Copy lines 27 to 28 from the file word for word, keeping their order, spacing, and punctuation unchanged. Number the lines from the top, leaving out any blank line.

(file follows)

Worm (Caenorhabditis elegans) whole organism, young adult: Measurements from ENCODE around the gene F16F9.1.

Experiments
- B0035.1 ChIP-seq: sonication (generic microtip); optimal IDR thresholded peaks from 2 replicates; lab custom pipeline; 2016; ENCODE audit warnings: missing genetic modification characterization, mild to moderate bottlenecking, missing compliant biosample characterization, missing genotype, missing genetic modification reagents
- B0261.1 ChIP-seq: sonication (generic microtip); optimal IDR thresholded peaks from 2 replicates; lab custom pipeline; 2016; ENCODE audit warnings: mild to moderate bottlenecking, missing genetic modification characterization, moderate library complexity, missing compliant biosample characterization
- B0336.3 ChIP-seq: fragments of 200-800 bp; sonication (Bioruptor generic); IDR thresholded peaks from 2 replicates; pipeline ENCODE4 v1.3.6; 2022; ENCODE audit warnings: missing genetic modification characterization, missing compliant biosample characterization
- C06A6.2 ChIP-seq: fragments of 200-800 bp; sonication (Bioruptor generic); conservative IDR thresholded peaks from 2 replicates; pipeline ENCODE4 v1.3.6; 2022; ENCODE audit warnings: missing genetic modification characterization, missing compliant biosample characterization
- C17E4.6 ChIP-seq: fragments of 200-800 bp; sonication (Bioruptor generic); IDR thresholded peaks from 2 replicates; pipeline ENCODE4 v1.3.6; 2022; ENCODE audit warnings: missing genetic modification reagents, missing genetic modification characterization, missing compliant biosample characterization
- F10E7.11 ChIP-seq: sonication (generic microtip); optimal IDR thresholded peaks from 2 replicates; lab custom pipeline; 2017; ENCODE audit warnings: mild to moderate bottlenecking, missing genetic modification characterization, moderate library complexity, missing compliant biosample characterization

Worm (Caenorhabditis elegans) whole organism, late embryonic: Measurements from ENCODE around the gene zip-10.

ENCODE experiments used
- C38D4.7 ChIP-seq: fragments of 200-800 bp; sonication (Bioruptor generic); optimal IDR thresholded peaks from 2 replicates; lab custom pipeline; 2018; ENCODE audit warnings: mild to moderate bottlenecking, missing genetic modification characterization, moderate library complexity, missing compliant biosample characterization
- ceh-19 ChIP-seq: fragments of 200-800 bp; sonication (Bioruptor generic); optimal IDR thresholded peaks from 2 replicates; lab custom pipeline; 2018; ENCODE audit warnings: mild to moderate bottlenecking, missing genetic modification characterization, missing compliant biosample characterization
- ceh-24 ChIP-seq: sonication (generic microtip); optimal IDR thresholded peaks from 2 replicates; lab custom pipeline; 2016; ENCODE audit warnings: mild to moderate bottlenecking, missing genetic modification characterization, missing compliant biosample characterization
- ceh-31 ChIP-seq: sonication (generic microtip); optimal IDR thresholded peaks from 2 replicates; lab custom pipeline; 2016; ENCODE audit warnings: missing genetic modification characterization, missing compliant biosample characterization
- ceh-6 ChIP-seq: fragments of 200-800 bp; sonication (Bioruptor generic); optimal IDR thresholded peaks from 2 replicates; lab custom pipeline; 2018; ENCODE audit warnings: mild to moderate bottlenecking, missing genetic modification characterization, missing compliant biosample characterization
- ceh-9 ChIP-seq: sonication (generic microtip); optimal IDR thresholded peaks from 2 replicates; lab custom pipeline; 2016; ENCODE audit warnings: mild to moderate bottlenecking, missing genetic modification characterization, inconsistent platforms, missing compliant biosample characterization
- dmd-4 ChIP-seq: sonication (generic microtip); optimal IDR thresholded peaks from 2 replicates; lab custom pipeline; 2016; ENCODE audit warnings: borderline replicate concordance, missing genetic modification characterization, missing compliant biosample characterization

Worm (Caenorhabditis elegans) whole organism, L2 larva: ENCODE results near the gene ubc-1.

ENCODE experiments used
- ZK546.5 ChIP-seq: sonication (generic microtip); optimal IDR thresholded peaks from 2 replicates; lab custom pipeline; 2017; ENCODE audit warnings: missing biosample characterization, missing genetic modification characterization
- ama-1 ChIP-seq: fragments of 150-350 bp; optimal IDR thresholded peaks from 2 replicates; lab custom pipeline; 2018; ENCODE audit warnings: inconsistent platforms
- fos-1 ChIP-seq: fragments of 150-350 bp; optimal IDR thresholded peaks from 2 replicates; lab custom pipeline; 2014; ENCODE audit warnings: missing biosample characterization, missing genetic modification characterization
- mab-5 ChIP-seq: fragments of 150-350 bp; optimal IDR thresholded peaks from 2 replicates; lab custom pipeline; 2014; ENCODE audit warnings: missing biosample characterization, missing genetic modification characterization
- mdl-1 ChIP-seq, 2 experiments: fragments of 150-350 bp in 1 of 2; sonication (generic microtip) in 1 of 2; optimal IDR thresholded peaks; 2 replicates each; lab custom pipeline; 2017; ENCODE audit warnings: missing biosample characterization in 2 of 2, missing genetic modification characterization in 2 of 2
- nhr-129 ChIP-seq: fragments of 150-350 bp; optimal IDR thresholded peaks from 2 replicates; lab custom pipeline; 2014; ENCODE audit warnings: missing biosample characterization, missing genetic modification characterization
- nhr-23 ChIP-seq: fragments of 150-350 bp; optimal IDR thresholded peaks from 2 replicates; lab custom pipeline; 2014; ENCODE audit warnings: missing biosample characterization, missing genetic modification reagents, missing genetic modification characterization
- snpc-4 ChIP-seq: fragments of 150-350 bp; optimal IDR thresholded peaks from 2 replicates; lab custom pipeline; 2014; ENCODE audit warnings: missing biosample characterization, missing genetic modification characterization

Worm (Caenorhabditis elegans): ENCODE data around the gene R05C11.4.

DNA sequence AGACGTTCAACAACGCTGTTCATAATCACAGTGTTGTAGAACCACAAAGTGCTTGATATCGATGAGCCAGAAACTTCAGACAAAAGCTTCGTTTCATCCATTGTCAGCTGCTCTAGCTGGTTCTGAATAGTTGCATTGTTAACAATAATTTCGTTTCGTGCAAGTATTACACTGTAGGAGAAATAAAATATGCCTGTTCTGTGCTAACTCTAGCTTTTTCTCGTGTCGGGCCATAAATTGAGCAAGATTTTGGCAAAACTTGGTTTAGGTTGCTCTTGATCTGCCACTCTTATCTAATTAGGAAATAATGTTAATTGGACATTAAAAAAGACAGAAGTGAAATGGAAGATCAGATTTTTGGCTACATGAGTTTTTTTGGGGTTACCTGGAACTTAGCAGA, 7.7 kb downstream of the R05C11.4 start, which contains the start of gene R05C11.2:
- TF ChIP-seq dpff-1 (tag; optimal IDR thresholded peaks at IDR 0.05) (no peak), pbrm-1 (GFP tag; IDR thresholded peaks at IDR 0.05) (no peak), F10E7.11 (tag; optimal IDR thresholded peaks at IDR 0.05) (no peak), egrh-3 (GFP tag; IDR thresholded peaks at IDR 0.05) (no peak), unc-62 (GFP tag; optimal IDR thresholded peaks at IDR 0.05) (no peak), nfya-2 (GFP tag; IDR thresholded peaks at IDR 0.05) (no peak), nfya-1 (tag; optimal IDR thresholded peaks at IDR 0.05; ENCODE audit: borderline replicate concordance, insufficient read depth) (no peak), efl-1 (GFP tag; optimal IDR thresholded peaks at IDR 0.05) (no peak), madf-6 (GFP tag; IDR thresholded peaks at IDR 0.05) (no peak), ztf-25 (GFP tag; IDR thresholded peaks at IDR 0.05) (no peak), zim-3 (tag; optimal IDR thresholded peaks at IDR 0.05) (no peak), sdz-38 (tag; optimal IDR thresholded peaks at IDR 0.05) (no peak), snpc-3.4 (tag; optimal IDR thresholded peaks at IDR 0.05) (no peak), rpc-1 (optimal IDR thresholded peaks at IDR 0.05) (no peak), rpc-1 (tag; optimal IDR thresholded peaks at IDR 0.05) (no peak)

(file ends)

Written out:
- snpc-4 ChIP-seq: fragments of 150-350 bp; optimal IDR thresholded peaks from 2 replicates; lab custom pipeline; 2014; ENCODE audit warnings: missing biosample characterization, missing genetic modification characterization

Worm (Caenorhabditis elegans): ENCODE data around the gene R05C11.4.